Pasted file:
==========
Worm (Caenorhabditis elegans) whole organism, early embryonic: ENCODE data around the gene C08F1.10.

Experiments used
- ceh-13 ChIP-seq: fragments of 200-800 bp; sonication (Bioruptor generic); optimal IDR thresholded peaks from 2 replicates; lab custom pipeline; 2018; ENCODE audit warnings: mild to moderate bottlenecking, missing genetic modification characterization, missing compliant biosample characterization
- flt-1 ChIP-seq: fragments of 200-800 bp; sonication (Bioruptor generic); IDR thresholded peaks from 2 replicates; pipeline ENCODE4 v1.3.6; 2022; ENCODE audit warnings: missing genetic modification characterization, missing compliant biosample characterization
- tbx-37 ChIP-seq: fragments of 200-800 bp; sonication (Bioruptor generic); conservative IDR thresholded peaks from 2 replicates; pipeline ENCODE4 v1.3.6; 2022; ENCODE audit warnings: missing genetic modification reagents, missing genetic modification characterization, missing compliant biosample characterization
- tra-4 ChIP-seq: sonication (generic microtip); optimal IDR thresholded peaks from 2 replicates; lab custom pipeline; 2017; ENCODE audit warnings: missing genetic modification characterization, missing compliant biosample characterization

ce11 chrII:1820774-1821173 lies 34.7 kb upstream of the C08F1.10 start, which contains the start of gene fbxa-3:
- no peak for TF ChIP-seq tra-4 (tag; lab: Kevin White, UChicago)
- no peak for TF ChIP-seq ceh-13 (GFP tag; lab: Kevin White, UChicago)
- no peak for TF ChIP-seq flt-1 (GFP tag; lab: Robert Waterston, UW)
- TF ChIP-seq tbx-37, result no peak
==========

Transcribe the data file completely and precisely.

Worm (Caenorhabditis elegans) whole organism, early embryonic: ENCODE data around the gene C08F1.10.

Experiments used
- ceh-13 ChIP-seq: fragments of 200-800 bp; sonication (Bioruptor generic); optimal IDR thresholded peaks from 2 replicates; lab custom pipeline; 2018; ENCODE audit warnings: mild to moderate bottlenecking, missing genetic modification characterization, missing compliant biosample characterization
- flt-1 ChIP-seq: fragments of 200-800 bp; sonication (Bioruptor generic); IDR thresholded peaks from 2 replicates; pipeline ENCODE4 v1.3.6; 2022; ENCODE audit warnings: missing genetic modification characterization, missing compliant biosample characterization
- tbx-37 ChIP-seq: fragments of 200-800 bp; sonication (Bioruptor generic); conservative IDR thresholded peaks from 2 replicates; pipeline ENCODE4 v1.3.6; 2022; ENCODE audit warnings: missing genetic modification reagents, missing genetic modification characterization, missing compliant biosample characterization
- tra-4 ChIP-seq: sonication (generic microtip); optimal IDR thresholded peaks from 2 replicates; lab custom pipeline; 2017; ENCODE audit warnings: missing genetic modification characterization, missing compliant biosample characterization

ce11 chrII:1820774-1821173 lies 34.7 kb upstream of the C08F1.10 start, which contains the start of gene fbxa-3:
- no peak for TF ChIP-seq tra-4 (tag; lab: Kevin White, UChicago)
- no peak for TF ChIP-seq ceh-13 (GFP tag; lab: Kevin White, UChicago)
- no peak for TF ChIP-seq flt-1 (GFP tag; lab: Robert Waterston, UW)
- TF ChIP-seq tbx-37, result no peak